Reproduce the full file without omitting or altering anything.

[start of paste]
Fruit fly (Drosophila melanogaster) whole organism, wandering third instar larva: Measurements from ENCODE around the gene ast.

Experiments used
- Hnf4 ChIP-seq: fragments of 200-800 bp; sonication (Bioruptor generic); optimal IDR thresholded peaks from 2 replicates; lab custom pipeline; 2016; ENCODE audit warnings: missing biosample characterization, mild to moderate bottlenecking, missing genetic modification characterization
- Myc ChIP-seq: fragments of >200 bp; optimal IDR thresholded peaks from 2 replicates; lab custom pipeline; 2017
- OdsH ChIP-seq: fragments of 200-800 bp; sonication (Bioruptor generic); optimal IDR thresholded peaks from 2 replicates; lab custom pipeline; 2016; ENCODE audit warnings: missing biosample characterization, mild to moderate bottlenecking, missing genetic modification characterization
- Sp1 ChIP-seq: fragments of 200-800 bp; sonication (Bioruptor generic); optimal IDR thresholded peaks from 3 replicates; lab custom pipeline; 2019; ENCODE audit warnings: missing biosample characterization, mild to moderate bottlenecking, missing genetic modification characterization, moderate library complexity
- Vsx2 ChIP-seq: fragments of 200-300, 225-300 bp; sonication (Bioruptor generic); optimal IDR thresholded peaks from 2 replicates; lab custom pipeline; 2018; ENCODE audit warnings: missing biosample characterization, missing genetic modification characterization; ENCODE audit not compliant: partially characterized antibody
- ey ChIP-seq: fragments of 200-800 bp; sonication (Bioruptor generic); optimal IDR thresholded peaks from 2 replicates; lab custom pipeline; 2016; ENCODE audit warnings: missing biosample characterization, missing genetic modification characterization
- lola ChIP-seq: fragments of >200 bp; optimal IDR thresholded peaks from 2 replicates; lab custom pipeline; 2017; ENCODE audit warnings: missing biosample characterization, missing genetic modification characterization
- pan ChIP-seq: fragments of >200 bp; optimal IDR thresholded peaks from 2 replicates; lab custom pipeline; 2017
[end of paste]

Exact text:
Fruit fly (Drosophila melanogaster) whole organism, wandering third instar larva: Measurements from ENCODE around the gene ast.

Experiments used
- Hnf4 ChIP-seq: fragments of 200-800 bp; sonication (Bioruptor generic); optimal IDR thresholded peaks from 2 replicates; lab custom pipeline; 2016; ENCODE audit warnings: missing biosample characterization, mild to moderate bottlenecking, missing genetic modification characterization
- Myc ChIP-seq: fragments of >200 bp; optimal IDR thresholded peaks from 2 replicates; lab custom pipeline; 2017
- OdsH ChIP-seq: fragments of 200-800 bp; sonication (Bioruptor generic); optimal IDR thresholded peaks from 2 replicates; lab custom pipeline; 2016; ENCODE audit warnings: missing biosample characterization, mild to moderate bottlenecking, missing genetic modification characterization
- Sp1 ChIP-seq: fragments of 200-800 bp; sonication (Bioruptor generic); optimal IDR thresholded peaks from 3 replicates; lab custom pipeline; 2019; ENCODE audit warnings: missing biosample characterization, mild to moderate bottlenecking, missing genetic modification characterization, moderate library complexity
- Vsx2 ChIP-seq: fragments of 200-300, 225-300 bp; sonication (Bioruptor generic); optimal IDR thresholded peaks from 2 replicates; lab custom pipeline; 2018; ENCODE audit warnings: missing biosample characterization, missing genetic modification characterization; ENCODE audit not compliant: partially characterized antibody
- ey ChIP-seq: fragments of 200-800 bp; sonication (Bioruptor generic); optimal IDR thresholded peaks from 2 replicates; lab custom pipeline; 2016; ENCODE audit warnings: missing biosample characterization, missing genetic modification characterization
- lola ChIP-seq: fragments of >200 bp; optimal IDR thresholded peaks from 2 replicates; lab custom pipeline; 2017; ENCODE audit warnings: missing biosample characterization, missing genetic modification characterization
- pan ChIP-seq: fragments of >200 bp; optimal IDR thresholded peaks from 2 replicates; lab custom pipeline; 2017